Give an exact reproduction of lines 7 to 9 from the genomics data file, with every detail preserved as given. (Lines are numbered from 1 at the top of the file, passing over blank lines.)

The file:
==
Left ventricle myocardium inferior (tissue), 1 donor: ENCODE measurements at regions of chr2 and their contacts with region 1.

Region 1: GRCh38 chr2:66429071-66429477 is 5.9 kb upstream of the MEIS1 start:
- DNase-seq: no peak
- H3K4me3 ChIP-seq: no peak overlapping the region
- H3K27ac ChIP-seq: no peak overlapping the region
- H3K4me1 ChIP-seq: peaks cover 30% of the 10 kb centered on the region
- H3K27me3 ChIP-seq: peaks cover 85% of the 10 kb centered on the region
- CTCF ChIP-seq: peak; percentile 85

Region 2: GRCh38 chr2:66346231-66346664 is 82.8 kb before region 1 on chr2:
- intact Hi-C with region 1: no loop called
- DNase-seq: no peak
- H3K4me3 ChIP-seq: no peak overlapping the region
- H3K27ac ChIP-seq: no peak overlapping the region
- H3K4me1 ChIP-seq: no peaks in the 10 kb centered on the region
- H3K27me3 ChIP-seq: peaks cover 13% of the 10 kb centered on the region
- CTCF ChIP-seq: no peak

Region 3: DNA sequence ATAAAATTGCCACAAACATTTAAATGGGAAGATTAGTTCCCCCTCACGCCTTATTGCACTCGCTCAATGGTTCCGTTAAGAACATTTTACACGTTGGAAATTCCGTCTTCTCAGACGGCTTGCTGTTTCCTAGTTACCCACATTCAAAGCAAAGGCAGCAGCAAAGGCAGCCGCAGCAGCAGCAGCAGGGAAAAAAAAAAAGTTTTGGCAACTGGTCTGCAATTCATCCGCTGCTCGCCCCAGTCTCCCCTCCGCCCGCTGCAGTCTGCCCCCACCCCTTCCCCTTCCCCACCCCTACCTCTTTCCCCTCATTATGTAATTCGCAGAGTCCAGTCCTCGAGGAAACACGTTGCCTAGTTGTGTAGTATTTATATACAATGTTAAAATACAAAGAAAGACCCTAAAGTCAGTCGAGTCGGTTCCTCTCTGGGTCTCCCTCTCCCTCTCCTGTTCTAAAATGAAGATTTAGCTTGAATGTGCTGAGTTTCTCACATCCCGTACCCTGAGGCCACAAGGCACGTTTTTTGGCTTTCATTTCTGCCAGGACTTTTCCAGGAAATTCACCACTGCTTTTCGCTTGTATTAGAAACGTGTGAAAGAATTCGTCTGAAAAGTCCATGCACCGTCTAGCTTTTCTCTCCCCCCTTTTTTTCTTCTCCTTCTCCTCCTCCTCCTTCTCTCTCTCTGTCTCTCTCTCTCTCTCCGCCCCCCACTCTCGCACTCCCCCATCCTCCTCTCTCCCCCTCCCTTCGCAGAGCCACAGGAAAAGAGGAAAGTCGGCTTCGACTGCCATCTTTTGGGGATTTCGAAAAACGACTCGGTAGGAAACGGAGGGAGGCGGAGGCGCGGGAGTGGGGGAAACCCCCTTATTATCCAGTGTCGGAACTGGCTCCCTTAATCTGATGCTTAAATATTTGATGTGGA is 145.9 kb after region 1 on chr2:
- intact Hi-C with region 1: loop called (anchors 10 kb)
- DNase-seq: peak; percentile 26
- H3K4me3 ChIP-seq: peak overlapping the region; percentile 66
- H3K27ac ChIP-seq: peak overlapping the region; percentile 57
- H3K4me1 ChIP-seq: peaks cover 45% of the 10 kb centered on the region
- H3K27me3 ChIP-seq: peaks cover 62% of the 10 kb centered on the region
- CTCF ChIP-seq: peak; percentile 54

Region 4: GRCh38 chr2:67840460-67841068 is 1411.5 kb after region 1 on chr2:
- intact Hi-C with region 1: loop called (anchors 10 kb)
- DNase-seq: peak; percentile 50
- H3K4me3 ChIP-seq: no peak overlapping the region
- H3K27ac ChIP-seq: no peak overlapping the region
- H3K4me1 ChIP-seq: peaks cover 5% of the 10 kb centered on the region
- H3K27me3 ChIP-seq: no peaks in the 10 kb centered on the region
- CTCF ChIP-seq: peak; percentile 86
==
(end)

- H3K27me3 ChIP-seq: peaks cover 85% of the 10 kb centered on the region
- CTCF ChIP-seq: peak; percentile 85

Region 2: GRCh38 chr2:66346231-66346664 is 82.8 kb before region 1 on chr2: